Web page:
If you have a large family or extensive cooking needs, consider doubling up on your most often-used appliances while kitchen planning. A second microwave oven and a mini-refrigerator or refrigerator drawer positioned at the edge of the kitchen work center, for example, can spread out the workload and keep snackers out of the cook’s way. Add a snack bar with stools for an after-school spot for the kids.
10. Arrange the range area.
Plan to store important cooking essentials in the space directly around the range. Place a shelf beside or behind the range to keep cooking oils, utensils, and spices handy. Plan your kitchen layout to include extra deep drawers for cookware near the range or under a cooktop. For a more open kitchen design, place S-hooks on the side of the range hood to hang frequently used pots and pans.
Related: This DIY Spice Organizer Is the Solution to Your Messy Kitchen Drawers
11. Install a pot-filler.
Tired of lugging water-filled pots from the sink to the cooktop? A swing-out tap, also called a pot-filler, installed near the cooktop fills pots near where you heat them. Alternatively, you can install an extra-long hose attachment on your main faucet to fill pots on the cooktop.
12. Be smart when storing knives.
Hang knives on a magnetic strip tacked to the backsplash. Place it above the stretch of countertop you typically use for prepping ingredients. This makes it easy to spot the right knife for a job and keeps dangerous items out of children’s reach.
13. Make recycling easy.
Plan spots for waste and recycling to make sorting as easy as possible. Equip a cabinet with separate containers for glass, plastic, and metal. A spare drawer could hold old newspapers and other papers to recycle.
14. Organize items within reach.
When organizing your pantry and other food storage areas, take stock of what you plan to store in the pantry and measure the height of storage canisters or frequently-used products. Then you can have pantry shelves installed at the right height and know everything will fit in the pantry. While in the kitchen planning phase, you will also want to decide if any small appliances will be housed in the pantry. If so, be sure to dedicate enough space for those items as well.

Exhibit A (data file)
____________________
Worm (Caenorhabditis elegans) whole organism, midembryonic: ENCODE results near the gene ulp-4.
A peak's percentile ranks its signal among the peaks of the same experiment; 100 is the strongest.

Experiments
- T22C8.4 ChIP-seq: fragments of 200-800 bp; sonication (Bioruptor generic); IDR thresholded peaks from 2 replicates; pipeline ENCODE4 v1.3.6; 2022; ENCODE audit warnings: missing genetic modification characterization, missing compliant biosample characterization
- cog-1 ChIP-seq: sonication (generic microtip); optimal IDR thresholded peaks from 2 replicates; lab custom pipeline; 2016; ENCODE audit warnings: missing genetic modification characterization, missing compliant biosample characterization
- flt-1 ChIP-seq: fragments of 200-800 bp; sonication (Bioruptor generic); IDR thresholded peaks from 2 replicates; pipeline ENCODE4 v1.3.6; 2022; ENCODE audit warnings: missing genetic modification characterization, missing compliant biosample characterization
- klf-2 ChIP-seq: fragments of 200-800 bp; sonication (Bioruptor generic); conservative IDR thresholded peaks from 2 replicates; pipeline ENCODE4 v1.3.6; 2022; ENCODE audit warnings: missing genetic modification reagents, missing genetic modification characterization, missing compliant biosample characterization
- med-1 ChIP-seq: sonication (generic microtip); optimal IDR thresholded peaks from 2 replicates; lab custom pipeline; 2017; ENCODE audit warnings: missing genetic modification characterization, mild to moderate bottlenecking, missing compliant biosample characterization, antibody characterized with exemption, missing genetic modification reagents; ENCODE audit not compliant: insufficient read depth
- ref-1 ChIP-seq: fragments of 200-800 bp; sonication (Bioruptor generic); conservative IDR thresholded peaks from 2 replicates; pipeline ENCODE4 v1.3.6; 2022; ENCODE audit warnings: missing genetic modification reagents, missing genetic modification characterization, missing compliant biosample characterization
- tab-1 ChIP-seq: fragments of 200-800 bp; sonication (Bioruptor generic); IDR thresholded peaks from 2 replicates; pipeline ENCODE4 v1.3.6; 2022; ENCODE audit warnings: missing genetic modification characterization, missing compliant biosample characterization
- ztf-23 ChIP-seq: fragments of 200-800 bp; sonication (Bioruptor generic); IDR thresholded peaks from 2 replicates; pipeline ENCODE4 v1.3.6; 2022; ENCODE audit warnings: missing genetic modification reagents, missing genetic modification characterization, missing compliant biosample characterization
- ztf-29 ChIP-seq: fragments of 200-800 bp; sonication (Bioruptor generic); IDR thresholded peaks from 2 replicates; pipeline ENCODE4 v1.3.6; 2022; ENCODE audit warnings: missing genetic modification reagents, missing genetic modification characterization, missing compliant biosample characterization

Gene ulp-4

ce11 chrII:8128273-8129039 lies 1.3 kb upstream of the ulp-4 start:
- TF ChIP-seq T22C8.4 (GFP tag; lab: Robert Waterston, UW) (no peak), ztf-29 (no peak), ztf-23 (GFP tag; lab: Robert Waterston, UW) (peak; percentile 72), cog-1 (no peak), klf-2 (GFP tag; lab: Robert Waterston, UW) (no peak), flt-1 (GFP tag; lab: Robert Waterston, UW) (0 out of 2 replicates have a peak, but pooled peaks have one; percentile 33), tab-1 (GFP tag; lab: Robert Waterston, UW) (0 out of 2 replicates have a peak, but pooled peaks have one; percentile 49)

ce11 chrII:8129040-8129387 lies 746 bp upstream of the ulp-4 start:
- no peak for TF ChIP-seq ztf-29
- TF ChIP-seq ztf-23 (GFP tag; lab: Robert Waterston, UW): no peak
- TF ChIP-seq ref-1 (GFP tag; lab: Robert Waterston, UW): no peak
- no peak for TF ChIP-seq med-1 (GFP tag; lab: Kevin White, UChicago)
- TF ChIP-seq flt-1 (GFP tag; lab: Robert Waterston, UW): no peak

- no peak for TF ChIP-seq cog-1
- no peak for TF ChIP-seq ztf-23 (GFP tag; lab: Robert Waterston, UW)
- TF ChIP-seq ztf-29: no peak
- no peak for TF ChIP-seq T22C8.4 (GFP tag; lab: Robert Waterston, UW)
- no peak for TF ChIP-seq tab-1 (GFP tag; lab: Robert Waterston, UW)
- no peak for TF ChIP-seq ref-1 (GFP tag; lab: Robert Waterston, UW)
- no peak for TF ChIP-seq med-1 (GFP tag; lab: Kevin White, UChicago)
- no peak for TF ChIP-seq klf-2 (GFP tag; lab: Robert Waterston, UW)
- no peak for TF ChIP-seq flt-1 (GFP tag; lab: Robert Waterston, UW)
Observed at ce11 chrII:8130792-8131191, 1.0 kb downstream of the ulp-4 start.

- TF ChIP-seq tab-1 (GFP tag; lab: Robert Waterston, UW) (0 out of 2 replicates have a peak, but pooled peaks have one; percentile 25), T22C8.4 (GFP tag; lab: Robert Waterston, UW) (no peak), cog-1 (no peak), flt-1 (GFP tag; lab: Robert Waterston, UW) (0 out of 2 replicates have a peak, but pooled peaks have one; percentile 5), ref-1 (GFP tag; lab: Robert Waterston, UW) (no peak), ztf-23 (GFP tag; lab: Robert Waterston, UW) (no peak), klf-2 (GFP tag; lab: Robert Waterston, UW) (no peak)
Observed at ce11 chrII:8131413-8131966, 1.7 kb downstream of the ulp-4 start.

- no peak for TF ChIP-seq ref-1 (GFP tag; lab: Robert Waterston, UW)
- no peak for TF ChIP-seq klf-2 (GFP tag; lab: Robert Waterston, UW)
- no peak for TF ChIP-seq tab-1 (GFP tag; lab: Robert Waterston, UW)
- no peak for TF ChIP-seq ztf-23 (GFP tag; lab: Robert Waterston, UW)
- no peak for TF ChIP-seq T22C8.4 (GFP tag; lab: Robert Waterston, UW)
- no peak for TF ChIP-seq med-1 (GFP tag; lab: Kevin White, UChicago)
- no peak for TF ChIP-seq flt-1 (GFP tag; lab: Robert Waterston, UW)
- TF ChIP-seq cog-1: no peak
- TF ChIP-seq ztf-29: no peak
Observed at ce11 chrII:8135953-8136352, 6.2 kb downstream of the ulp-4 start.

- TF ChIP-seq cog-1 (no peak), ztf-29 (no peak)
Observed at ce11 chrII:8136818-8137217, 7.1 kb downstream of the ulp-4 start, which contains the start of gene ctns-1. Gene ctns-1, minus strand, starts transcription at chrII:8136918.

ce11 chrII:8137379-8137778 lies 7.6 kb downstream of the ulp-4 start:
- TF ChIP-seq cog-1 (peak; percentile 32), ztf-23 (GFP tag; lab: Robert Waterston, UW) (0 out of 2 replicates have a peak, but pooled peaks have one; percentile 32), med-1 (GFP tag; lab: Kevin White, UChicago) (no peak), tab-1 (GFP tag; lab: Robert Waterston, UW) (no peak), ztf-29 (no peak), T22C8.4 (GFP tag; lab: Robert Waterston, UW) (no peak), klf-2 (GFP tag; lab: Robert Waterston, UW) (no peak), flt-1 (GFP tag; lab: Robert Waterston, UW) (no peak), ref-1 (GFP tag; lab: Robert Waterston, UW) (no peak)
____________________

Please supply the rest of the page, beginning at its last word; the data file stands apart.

15. Add a message center.
Establish a message center in an easily viewable spot, such as next to the refrigerator. Put a bulletin board, chalkboard, or whiteboard on the wall to create a spot to jot down reminders or grocery lists. Store a calendar, notebook, and writing utensils in a nearby drawer or wall-mounted baskets.
16. Consider electrical outlets.
Ensure your kitchen includes plenty of electrical outlets in areas where you plan to use a coffee pot, toaster oven, blender, and other countertop appliances. Install multiple outlets along the backsplash and on the island so you’ll have electricity wherever you need it. For extra customization, consider outfitting a drawer with outlets and USB ports to create a hidden charging station for devices.
17. Cut kitchen cleaning time.
Careful design decisions make kitchen cleaning easier. For example, glass refrigerator shelves catch spills that wire shelves let through. Flush-set or undermount sinks don’t have a crumb-catching rim to worry about. Matte finishes don’t show dirt as much as glossy ones do.
18. Break up cabinetry blocks.
Kitchen walls completely covered in cabinetry can appear heavy and uninteresting. Break up long blocks of doors and drawers by adding interesting details such as glass doors and display shelving. You can also try placing wine storage or windows between cabinet areas.
19. Use light colours in a small kitchen.
Dark color schemes can shrink an already small space and make it less inviting. Use soft shades on kitchen cabinets to visually expand a small room. Outfit large windows with simple window treatments to ensure the space receives plenty of natural light.